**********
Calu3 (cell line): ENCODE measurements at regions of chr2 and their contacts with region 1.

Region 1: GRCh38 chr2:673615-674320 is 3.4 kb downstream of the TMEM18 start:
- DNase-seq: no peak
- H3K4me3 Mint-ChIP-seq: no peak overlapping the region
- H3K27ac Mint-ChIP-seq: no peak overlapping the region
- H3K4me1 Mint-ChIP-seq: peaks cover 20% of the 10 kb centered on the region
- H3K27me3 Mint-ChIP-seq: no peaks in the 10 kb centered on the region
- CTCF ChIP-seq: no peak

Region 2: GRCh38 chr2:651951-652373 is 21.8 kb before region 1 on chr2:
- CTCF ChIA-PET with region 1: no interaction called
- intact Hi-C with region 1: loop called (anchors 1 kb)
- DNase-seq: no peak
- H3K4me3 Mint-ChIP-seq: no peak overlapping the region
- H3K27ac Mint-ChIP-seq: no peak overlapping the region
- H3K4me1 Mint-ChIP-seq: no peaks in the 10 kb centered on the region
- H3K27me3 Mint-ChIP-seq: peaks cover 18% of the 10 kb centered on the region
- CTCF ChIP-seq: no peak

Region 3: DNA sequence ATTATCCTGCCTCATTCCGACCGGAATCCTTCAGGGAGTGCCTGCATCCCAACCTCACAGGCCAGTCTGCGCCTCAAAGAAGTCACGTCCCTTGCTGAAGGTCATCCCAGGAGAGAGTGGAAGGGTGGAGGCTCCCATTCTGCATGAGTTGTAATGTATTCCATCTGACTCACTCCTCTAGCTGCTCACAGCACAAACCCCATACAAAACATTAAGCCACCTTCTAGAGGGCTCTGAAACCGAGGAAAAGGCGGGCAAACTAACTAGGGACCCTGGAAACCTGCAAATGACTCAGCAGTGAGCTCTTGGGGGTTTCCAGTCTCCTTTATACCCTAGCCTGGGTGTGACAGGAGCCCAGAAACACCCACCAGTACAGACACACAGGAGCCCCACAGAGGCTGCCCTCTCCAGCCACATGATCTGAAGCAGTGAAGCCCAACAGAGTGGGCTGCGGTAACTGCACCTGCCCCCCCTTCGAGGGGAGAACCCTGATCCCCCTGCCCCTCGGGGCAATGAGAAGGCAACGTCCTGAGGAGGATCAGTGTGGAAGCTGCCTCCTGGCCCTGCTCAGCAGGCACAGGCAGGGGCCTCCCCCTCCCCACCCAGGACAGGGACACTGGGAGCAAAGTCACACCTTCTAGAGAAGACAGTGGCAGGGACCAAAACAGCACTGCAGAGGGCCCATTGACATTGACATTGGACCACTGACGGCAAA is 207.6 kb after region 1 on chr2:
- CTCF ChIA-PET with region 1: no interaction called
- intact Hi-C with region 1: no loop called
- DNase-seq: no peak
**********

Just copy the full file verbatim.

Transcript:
Calu3 (cell line): ENCODE measurements at regions of chr2 and their contacts with region 1.

Region 1: GRCh38 chr2:673615-674320 is 3.4 kb downstream of the TMEM18 start:
- DNase-seq: no peak
- H3K4me3 Mint-ChIP-seq: no peak overlapping the region
- H3K27ac Mint-ChIP-seq: no peak overlapping the region
- H3K4me1 Mint-ChIP-seq: peaks cover 20% of the 10 kb centered on the region
- H3K27me3 Mint-ChIP-seq: no peaks in the 10 kb centered on the region
- CTCF ChIP-seq: no peak

Region 2: GRCh38 chr2:651951-652373 is 21.8 kb before region 1 on chr2:
- CTCF ChIA-PET with region 1: no interaction called
- intact Hi-C with region 1: loop called (anchors 1 kb)
- DNase-seq: no peak
- H3K4me3 Mint-ChIP-seq: no peak overlapping the region
- H3K27ac Mint-ChIP-seq: no peak overlapping the region
- H3K4me1 Mint-ChIP-seq: no peaks in the 10 kb centered on the region
- H3K27me3 Mint-ChIP-seq: peaks cover 18% of the 10 kb centered on the region
- CTCF ChIP-seq: no peak

Region 3: DNA sequence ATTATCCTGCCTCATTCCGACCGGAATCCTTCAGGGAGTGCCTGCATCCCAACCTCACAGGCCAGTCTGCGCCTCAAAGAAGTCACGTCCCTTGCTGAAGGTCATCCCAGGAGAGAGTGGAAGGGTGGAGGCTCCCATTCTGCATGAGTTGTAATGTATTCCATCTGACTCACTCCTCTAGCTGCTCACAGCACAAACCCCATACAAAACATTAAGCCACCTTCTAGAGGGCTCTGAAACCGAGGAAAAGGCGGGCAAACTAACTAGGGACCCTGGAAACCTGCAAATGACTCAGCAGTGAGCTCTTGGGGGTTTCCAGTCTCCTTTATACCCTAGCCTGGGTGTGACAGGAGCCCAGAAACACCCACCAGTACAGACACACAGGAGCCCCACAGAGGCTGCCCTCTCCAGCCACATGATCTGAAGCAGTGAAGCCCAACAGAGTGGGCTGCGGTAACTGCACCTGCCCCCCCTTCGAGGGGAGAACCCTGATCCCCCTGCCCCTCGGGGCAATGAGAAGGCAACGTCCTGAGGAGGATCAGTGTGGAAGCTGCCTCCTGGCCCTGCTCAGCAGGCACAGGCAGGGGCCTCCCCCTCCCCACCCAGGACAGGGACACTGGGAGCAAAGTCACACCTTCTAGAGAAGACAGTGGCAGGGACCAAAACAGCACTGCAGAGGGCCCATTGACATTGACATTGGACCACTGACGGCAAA is 207.6 kb after region 1 on chr2:
- CTCF ChIA-PET with region 1: no interaction called
- intact Hi-C with region 1: no loop called
- DNase-seq: no peak